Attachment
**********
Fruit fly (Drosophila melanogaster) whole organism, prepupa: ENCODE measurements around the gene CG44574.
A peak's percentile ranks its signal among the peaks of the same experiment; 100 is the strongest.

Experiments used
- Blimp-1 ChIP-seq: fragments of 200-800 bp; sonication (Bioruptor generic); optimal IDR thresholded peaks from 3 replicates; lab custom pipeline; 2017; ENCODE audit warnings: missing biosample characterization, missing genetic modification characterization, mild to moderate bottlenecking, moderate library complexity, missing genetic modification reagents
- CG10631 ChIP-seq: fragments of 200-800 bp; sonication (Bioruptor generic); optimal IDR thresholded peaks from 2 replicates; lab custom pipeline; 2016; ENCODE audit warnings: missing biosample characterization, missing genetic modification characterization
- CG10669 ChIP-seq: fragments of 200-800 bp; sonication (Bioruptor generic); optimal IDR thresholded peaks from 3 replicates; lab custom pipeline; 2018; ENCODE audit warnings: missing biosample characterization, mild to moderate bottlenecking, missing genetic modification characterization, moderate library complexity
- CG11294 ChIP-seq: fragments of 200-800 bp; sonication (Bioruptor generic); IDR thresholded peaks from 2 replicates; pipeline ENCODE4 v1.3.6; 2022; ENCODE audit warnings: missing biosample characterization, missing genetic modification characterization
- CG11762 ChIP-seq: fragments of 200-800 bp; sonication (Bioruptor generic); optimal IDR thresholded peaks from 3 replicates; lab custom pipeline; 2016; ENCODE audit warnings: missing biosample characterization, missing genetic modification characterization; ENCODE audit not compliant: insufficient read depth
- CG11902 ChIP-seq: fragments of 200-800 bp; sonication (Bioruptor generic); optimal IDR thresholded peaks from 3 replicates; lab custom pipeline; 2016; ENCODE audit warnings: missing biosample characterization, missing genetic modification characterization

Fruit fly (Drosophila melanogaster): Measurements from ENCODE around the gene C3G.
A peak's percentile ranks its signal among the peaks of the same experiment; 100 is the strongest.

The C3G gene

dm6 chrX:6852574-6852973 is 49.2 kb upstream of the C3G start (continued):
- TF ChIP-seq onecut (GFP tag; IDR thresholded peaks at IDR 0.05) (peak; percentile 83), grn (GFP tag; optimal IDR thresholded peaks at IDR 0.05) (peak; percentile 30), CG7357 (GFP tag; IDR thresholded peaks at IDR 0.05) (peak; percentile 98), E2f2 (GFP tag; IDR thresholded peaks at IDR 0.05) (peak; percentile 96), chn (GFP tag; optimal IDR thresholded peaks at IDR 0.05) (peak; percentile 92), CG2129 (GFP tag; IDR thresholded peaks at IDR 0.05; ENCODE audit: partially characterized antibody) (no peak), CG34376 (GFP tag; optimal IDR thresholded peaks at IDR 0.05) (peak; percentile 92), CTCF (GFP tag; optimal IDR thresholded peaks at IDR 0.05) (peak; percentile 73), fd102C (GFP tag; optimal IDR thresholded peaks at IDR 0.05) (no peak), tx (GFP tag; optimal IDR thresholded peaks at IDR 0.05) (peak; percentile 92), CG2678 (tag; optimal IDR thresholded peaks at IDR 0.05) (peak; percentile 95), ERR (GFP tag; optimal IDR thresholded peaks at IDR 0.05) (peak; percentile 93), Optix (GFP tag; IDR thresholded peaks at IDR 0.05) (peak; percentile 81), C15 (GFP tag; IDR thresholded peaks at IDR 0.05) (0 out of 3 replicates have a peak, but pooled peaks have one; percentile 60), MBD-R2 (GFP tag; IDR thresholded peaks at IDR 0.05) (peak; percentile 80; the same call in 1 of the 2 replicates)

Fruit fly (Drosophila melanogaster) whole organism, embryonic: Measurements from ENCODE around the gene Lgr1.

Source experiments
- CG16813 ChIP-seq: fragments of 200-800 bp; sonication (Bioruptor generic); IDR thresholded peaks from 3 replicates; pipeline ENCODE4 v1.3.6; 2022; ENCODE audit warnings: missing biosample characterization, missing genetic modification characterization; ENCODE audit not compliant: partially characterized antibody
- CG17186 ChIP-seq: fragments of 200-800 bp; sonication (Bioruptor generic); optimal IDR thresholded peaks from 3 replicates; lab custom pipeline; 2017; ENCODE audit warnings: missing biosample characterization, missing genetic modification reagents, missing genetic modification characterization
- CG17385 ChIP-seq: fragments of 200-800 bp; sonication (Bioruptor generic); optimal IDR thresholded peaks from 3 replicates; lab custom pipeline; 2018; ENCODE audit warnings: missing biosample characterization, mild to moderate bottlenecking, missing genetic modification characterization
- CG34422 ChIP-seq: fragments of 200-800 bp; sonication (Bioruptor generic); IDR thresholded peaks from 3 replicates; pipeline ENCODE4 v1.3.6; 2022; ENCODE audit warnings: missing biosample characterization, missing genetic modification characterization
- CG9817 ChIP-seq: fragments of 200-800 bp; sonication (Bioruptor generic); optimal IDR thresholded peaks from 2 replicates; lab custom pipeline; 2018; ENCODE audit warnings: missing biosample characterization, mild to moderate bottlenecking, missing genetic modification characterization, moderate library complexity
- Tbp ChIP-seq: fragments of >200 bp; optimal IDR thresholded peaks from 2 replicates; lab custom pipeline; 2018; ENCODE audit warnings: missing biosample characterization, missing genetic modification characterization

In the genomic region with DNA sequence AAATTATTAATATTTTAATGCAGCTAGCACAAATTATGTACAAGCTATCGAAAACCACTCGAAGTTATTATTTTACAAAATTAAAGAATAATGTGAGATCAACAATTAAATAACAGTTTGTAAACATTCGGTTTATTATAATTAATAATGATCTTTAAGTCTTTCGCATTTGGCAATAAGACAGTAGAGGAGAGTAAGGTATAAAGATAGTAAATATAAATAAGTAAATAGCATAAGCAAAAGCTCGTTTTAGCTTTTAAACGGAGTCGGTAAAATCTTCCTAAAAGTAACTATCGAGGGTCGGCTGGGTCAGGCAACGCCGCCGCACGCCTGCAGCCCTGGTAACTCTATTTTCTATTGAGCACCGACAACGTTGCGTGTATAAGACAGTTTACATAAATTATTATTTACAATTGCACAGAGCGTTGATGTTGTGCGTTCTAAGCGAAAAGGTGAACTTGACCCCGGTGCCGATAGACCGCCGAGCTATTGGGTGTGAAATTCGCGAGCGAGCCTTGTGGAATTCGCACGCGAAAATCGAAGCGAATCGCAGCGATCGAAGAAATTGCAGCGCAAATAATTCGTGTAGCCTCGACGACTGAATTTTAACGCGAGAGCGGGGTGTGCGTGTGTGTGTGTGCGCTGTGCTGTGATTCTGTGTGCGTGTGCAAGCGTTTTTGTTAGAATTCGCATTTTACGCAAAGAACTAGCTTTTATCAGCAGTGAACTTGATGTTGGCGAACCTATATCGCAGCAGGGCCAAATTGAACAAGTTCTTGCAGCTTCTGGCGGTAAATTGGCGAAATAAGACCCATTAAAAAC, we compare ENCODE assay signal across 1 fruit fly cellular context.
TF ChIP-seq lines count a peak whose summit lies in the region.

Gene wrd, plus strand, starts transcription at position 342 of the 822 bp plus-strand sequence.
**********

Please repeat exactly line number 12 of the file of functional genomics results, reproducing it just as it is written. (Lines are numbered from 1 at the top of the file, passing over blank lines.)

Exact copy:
The C3G gene